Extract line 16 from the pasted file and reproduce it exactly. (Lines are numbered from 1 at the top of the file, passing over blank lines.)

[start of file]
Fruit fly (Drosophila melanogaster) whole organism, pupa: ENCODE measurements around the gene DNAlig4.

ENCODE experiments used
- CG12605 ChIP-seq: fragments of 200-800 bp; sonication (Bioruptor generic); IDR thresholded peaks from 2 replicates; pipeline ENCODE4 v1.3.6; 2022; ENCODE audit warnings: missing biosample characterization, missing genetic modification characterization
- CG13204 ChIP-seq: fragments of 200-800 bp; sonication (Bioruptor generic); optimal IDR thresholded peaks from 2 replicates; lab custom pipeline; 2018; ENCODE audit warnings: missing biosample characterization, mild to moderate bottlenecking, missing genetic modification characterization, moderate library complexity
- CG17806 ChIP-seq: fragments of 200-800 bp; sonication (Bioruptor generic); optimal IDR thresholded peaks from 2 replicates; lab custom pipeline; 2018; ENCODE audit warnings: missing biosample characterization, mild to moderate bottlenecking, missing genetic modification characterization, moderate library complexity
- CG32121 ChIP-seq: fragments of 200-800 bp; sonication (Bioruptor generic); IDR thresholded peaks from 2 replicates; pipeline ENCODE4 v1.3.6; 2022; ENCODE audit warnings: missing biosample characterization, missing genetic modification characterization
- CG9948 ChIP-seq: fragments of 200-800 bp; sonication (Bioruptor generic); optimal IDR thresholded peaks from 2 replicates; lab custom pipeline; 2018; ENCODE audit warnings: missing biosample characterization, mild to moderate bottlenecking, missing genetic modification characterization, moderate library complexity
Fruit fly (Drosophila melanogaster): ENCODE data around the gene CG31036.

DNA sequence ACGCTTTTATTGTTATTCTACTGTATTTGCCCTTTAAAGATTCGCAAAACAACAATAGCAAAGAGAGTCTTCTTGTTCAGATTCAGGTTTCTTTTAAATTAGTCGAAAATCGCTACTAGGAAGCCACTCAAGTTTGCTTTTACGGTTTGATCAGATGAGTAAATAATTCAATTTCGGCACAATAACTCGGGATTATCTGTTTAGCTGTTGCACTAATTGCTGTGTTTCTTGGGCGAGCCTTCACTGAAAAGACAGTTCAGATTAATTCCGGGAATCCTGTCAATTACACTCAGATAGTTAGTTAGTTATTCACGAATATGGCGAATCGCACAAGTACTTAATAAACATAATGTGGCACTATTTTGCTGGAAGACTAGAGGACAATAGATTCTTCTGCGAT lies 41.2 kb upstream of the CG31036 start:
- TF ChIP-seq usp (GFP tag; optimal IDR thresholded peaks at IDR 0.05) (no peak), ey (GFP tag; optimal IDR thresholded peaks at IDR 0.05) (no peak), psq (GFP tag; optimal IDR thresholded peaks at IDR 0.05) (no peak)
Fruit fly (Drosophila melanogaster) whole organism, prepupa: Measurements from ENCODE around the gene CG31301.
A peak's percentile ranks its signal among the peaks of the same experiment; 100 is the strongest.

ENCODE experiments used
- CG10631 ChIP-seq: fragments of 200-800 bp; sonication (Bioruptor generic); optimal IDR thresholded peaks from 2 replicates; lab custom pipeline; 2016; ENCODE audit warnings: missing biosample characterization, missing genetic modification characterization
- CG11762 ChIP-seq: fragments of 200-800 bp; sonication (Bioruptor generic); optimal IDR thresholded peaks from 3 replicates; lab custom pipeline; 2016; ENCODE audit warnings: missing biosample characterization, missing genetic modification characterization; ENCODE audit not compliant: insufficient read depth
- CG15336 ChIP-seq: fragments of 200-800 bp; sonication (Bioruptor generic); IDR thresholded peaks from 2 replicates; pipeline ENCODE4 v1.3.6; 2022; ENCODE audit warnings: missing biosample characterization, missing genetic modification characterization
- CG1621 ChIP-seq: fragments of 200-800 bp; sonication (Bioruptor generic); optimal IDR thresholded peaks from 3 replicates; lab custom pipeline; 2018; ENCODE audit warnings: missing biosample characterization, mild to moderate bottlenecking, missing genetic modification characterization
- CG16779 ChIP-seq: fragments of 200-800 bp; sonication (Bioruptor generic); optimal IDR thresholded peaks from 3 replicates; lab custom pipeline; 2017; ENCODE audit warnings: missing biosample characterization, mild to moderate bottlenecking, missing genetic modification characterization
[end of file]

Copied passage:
- CG15336 ChIP-seq: fragments of 200-800 bp; sonication (Bioruptor generic); IDR thresholded peaks from 2 replicates; pipeline ENCODE4 v1.3.6; 2022; ENCODE audit warnings: missing biosample characterization, missing genetic modification characterization